Andrew Blechman doesn’t seem to like The Villages. I get it: At one point, he says he feels like he’s “on a movie set,” and indeed the impression I get is that it’s like one of those fake tourist towns–you know the ones–where there’s a main street with for the tourists and the ‘real people’ live elsewhere. The sense of the surreal, of this otherworld community is supported by the “The Villages’ own morning show, which is broadcast on Gary Morse’s television station” and then there’s Gary Morse’s local newspaper. The author longs for people his own age, which isn’t too surprising as he’s not the appropriate resident age, but there’s also a sense of disapproval:
While it’s not for me to say seniors shouldn’t enjoy themselves, the reality behind age segregation is another matter. No clever euphemism can hide the fact that these communities are based on a selfish and fraudulent premise–the exclusion of children and families.
I would have loved some interviews with people who left (there’s a whiff of the ghosts of former unhappy residents) or just more residents who weren’t Looking For Love In All the Wrong Places. Mr. Midnight (who gets his Viagra via mail order) and other lotharios at Crazy Gringos may have been easy to interview but I would hate to think they are typical residents. They can’t all be geriatric swingers. I would have also been interested in the financial side of things. These amenities are not free; they are mostly included: so how does that impact the cost-of-living? How many residents find that they run out of money and move on?
No doubt we all know what retirement communities are, and perhaps a few of those who read this live in one. While I had no idea that The Villages existed, after reading the book, I understand why many retired people rave about the place. At the same time, I know there’s no way in hell I’d move there:
Next door is the Savannah Center, a performing arts facility which was built to resemble Scarlett O’ Hara’s beloved Tara and which attracts touring Broadway productions. “I just can’t imagine what we don’t have here, ” Mindy remarks. “It seems like we have everything we could possibly need. And it’s so beautiful–like living in a Thomas Kinkade painting, but in real life.“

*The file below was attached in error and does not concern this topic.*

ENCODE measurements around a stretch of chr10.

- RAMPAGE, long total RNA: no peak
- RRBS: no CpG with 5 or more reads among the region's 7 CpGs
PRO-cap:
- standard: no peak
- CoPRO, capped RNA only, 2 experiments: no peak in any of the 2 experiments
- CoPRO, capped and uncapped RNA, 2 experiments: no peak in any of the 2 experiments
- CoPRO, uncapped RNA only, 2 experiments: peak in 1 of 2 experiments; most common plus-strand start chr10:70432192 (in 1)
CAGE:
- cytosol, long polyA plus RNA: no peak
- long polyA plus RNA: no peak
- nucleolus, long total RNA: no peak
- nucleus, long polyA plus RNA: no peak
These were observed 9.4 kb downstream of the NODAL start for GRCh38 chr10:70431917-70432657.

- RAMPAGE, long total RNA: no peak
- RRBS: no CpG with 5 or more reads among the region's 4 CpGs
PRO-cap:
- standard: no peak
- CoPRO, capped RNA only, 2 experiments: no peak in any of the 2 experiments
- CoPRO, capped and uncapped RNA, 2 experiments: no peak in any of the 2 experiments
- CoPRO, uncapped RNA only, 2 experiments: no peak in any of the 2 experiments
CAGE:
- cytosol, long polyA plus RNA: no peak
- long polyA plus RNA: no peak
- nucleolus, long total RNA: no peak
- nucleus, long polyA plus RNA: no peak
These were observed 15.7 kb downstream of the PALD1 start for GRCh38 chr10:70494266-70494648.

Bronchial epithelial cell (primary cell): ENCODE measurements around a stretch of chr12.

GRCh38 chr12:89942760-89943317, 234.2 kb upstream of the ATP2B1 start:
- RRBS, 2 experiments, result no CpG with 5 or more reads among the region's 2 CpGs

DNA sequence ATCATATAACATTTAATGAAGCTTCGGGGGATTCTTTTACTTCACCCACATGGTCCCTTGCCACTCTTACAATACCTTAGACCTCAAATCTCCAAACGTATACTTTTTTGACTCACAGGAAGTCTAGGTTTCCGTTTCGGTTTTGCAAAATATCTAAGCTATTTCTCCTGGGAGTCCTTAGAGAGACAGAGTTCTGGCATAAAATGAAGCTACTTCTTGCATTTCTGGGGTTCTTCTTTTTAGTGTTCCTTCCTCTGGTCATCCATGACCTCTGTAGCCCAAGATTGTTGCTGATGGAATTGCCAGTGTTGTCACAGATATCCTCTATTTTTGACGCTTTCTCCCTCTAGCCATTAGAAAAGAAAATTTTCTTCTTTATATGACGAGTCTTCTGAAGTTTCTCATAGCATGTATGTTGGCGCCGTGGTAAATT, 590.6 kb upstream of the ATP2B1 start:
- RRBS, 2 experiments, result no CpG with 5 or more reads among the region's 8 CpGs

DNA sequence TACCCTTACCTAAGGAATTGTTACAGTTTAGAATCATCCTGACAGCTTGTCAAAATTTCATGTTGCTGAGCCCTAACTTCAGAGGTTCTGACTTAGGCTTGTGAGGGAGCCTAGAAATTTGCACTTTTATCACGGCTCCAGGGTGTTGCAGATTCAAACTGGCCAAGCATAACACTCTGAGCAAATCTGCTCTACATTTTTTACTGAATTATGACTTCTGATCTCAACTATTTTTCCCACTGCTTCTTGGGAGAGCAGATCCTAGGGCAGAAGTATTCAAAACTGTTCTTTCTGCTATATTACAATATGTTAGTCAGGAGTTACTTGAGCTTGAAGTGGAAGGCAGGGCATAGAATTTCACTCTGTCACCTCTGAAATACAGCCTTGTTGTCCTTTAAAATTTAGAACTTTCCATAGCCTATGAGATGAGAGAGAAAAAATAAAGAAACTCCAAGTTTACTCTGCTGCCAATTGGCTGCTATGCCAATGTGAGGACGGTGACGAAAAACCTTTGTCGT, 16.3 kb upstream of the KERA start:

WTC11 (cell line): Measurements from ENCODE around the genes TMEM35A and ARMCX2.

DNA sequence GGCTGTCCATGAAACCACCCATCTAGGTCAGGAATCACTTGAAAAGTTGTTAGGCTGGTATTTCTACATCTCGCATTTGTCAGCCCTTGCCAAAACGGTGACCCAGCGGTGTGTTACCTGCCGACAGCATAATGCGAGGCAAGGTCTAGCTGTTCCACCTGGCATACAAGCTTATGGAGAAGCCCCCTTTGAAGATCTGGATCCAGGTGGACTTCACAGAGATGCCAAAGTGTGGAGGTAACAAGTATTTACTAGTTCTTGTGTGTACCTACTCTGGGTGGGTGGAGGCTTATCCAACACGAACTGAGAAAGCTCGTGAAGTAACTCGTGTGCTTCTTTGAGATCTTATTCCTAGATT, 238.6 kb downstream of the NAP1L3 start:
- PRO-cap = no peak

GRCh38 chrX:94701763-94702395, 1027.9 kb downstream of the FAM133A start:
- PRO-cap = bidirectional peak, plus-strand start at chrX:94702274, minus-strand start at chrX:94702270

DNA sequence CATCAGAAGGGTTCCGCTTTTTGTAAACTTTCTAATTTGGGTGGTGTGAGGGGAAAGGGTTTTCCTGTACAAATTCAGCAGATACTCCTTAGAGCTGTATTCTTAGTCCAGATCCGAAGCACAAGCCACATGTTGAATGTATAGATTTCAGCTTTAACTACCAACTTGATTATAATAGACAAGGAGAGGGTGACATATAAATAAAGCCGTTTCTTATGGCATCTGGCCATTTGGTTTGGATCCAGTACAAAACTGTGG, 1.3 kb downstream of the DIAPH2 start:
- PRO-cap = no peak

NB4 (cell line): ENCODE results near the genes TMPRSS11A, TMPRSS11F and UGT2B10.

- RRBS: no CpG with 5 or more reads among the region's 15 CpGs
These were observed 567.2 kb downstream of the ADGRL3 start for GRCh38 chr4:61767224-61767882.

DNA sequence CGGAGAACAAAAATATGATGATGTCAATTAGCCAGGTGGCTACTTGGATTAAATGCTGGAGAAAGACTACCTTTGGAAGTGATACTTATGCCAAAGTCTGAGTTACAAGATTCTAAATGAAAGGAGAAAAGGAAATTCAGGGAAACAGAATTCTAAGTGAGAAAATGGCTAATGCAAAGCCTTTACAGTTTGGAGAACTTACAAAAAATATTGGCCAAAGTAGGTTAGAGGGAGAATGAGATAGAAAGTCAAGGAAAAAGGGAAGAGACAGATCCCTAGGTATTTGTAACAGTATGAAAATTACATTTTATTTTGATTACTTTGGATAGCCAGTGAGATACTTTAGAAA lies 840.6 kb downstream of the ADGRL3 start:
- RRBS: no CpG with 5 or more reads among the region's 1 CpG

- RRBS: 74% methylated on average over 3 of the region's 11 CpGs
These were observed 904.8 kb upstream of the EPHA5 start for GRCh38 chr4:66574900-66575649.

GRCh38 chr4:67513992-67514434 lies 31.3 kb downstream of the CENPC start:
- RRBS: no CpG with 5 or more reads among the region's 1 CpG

I can’t stand Thomas Kinkade paintings.
Now I’m going to clarify that… saying I would never live in The Villages . … it’s not a moral judgment; it’s more that I am not social and it would be pointless for me to live there; plus the place would drive me nuts. If I want to put a statue in my front garden, I’m going to do it, dammit (the rules are much more relaxed in Orange Blossom Village, which sounds quite charming to be honest.) I’ve driven by an upscale retirement housing ‘village’ which boasts the sign: Your New Friends Are Waiting For You. Yeah… fat chance. The Villages is a playground for retirees, a “Disney for adults,” and that’s great, but the manufactured downtowns would make me feel as if I lived in one of those revolting tourist towns. But I’ll settle with whatever floats your boat (short of illegal, etc):
The Villagers’ perennially favorite pool: a whimsical creation reminiscent of the Flintstones with a water fall masking a hidden cave and a jacuzzi. There was a Tiki bar on one side, and on the other a small karaoke tent with an older DJ wearing a big grin and blasting music loud enough to make me cringe.
Back to the author’s argument that retirement communities are, in reality, regions of “age segregation,” and that “the communities are based on a selfish and fraudulent premise–the exclusion of children and families.” These seniors are not paying any taxes that are directed to schools etc. Residents can indulge in endless activities and idiosyncrasy seems to be encouraged. It seems creepy to me to imagine not living near children, and somehow jarring that young people staff the restaurants of the very communities in which they cannot live.
Leisureville is a thought-provoking read, but for me, the interest sprang from attitudes and expectations of the retired, the aging, the old. So I’ll ask this question: when we drive by those drab, lower income retirement communities, assisted living, homes to park the elderly, or whatever name you want to apply to these places, do we still think it’s age-segregation? It’s fundamentally the same thing– except, since these residences are not in their own separate, exclusive county, without the tax issue. Without the gloss and the glamour. Are the residents of these less-desirable, unappealing, spine- shivering places “selfish?” No of course not, and the reason we don’t think that is, because we suspect that, inside those walls, no one is having much fun. So is that what it comes down to…. fun…??? How much ‘fun’ retirees are expected to have? How much ‘fun’ do we think they should have?
Leisureville was published over 10 years ago, but there’s a documentary about The Villages on the way. Can’t wait.